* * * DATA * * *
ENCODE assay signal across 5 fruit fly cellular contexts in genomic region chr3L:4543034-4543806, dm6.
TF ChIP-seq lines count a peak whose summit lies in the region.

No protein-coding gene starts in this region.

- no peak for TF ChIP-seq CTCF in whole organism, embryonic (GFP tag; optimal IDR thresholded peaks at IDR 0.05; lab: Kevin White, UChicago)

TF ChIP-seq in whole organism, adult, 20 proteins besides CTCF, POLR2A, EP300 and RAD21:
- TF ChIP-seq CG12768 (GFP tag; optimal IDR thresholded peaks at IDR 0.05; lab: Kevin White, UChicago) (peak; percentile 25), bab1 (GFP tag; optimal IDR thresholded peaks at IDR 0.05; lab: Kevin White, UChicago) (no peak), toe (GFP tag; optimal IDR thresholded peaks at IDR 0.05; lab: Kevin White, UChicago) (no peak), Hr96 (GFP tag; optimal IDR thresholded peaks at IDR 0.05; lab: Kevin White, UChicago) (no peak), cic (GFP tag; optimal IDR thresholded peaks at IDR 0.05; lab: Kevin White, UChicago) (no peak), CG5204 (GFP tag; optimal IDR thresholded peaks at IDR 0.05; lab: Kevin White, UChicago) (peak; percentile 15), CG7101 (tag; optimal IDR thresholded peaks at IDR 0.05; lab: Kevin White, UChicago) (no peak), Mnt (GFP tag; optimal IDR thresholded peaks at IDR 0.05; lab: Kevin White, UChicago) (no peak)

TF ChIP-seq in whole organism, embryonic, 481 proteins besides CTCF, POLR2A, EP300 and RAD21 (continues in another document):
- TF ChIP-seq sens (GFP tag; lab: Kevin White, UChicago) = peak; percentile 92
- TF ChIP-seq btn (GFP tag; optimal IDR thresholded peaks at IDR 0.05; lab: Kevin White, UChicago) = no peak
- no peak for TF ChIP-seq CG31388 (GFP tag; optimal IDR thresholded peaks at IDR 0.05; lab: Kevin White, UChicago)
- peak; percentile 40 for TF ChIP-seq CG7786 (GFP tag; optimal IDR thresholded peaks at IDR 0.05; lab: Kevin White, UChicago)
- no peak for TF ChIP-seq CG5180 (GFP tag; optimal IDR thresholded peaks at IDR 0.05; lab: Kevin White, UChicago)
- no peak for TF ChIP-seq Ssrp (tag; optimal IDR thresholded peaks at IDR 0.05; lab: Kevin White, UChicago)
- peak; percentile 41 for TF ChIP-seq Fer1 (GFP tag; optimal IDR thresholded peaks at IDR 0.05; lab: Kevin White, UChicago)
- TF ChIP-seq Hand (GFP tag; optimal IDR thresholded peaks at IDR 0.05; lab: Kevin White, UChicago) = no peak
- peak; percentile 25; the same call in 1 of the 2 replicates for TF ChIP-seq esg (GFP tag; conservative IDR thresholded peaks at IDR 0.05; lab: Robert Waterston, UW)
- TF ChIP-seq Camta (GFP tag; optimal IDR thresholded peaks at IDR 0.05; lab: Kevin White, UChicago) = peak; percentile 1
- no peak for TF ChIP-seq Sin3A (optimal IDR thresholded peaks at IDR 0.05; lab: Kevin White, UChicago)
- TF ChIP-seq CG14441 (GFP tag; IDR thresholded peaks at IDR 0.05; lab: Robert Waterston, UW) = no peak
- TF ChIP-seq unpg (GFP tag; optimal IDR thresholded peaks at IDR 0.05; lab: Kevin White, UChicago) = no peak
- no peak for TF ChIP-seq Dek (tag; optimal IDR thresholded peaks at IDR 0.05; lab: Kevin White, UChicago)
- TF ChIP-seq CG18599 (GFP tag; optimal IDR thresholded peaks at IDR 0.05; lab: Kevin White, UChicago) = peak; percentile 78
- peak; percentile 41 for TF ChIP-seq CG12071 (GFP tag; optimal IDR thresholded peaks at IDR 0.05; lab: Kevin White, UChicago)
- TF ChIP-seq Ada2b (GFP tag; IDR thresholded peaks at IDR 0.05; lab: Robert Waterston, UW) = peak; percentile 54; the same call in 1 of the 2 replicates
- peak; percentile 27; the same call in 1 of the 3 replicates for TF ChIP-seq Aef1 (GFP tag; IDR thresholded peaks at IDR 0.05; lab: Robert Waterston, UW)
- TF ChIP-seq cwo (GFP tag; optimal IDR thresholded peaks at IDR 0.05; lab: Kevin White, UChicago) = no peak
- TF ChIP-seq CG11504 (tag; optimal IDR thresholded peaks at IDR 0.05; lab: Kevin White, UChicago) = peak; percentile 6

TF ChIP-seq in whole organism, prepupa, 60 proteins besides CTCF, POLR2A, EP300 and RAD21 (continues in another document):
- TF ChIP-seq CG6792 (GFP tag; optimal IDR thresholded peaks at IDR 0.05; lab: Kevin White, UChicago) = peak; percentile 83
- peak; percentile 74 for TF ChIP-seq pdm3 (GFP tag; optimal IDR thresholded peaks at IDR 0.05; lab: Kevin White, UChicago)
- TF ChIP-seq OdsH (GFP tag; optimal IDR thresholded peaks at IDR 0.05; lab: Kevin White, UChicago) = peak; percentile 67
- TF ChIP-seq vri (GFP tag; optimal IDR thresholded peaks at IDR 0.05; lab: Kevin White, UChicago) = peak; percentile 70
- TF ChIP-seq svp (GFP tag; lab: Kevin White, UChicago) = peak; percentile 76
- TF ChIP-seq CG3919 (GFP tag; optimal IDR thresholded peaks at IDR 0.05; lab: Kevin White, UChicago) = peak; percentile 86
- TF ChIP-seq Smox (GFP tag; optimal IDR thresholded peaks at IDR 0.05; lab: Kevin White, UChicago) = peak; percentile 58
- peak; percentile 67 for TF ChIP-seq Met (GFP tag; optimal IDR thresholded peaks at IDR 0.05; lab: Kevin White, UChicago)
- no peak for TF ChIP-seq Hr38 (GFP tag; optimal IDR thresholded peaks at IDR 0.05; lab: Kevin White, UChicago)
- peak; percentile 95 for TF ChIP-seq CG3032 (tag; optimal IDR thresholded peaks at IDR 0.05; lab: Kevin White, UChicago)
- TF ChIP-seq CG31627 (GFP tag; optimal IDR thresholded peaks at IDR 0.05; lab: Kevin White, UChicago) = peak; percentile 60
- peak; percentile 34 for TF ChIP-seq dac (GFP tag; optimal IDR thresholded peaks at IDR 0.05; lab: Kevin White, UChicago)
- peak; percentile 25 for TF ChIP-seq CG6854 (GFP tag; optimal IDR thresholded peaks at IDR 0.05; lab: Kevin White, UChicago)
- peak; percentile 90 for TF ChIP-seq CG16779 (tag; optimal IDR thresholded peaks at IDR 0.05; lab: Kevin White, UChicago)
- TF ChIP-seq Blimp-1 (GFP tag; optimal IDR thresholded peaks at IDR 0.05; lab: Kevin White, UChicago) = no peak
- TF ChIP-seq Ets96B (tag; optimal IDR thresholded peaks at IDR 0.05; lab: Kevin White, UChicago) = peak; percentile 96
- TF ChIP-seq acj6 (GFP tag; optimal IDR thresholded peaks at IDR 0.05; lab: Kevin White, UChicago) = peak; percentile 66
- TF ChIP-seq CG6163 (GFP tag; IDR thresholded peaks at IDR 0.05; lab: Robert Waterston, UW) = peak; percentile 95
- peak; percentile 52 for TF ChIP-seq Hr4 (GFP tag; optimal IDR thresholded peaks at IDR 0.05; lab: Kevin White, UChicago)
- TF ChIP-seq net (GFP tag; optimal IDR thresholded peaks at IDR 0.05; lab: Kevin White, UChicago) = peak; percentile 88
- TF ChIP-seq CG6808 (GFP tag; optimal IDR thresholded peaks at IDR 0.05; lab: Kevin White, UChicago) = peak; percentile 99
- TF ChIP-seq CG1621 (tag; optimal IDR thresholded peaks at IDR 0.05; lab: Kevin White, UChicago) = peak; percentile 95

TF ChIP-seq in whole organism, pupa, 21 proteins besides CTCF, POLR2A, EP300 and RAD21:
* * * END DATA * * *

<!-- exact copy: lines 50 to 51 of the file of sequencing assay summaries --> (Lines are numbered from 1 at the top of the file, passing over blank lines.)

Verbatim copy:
- TF ChIP-seq CG1621 (tag; optimal IDR thresholded peaks at IDR 0.05; lab: Kevin White, UChicago) = peak; percentile 95

TF ChIP-seq in whole organism, pupa, 21 proteins besides CTCF, POLR2A, EP300 and RAD21: